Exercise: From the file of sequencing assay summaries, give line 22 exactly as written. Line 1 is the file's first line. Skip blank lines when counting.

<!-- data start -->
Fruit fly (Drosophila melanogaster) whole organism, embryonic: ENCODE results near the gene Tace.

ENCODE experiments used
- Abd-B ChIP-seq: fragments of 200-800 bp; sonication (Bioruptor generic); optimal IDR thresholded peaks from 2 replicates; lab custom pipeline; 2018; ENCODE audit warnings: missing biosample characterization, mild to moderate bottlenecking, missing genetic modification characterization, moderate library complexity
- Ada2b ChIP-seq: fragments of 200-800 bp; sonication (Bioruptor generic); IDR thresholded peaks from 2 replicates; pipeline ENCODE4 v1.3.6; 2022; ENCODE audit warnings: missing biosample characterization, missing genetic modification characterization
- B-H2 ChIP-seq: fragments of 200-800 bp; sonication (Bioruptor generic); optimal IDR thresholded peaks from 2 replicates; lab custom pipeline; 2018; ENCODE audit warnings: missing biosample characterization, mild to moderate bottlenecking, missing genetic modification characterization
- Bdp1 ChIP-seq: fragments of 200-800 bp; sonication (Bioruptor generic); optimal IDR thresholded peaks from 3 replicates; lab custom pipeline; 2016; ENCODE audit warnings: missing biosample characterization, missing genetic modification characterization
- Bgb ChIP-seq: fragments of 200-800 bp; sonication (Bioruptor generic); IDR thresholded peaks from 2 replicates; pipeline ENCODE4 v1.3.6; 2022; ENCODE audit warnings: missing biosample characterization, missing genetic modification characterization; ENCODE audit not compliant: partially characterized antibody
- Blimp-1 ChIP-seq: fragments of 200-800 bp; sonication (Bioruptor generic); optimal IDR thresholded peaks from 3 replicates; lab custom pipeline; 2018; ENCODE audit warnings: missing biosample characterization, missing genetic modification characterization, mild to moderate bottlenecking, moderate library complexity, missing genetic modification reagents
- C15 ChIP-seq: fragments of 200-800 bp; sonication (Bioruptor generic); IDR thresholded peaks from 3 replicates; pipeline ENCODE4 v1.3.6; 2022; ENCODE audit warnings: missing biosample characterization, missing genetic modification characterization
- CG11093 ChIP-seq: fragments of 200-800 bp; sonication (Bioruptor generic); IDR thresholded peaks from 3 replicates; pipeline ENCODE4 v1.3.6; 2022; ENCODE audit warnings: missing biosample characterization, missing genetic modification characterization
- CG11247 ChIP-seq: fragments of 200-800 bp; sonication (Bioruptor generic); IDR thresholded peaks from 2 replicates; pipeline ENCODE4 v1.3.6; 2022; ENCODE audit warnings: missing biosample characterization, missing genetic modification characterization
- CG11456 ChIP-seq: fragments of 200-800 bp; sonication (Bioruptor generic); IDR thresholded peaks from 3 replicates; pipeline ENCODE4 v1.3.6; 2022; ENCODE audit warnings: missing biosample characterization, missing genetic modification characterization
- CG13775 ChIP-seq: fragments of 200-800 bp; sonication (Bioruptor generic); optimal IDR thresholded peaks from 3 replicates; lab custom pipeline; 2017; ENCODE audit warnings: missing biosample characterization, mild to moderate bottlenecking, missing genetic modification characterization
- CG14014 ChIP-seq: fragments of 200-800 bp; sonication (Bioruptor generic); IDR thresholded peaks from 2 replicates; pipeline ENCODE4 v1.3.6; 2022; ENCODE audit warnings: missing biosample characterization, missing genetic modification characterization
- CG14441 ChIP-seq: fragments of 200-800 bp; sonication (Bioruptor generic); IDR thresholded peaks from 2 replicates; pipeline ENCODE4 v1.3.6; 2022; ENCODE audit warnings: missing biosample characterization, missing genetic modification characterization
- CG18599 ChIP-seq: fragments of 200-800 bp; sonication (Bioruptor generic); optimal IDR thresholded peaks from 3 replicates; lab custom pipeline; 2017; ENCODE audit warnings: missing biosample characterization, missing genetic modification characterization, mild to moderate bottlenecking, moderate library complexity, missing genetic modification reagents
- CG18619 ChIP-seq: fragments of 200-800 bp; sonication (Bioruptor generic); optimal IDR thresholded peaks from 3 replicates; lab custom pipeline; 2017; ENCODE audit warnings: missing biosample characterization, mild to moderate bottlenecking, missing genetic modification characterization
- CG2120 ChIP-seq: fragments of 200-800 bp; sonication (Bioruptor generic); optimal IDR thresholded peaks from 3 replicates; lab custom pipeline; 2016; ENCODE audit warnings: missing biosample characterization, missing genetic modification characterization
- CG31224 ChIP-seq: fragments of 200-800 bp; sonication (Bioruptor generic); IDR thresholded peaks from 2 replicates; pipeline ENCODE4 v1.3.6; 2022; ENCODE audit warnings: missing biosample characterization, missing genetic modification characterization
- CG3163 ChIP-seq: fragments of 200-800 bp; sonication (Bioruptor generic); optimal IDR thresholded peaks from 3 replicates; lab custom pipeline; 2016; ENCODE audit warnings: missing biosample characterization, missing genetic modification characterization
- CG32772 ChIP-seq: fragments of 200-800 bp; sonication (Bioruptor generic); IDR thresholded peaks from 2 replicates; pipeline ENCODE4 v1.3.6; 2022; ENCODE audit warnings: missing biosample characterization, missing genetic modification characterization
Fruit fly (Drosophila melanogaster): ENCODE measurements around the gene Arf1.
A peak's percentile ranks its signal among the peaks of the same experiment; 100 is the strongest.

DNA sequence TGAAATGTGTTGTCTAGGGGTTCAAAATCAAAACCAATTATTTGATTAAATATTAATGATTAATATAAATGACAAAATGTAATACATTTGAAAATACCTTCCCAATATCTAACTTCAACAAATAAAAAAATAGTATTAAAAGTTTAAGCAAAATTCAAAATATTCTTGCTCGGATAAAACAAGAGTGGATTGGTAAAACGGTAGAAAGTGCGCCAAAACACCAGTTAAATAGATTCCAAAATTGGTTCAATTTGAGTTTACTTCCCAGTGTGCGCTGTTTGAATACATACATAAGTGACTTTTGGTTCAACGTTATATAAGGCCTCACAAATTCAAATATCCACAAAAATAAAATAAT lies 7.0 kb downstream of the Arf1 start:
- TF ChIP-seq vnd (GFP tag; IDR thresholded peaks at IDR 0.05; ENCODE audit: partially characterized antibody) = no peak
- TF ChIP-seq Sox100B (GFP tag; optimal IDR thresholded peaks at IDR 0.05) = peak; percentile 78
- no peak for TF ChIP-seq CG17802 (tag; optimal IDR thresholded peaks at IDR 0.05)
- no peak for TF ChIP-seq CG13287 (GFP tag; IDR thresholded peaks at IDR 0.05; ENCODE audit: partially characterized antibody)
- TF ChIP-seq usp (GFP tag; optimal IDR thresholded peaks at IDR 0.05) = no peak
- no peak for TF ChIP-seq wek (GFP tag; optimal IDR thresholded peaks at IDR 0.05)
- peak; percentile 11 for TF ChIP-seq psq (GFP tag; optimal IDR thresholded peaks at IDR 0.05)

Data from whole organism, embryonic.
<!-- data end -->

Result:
Fruit fly (Drosophila melanogaster): ENCODE measurements around the gene Arf1.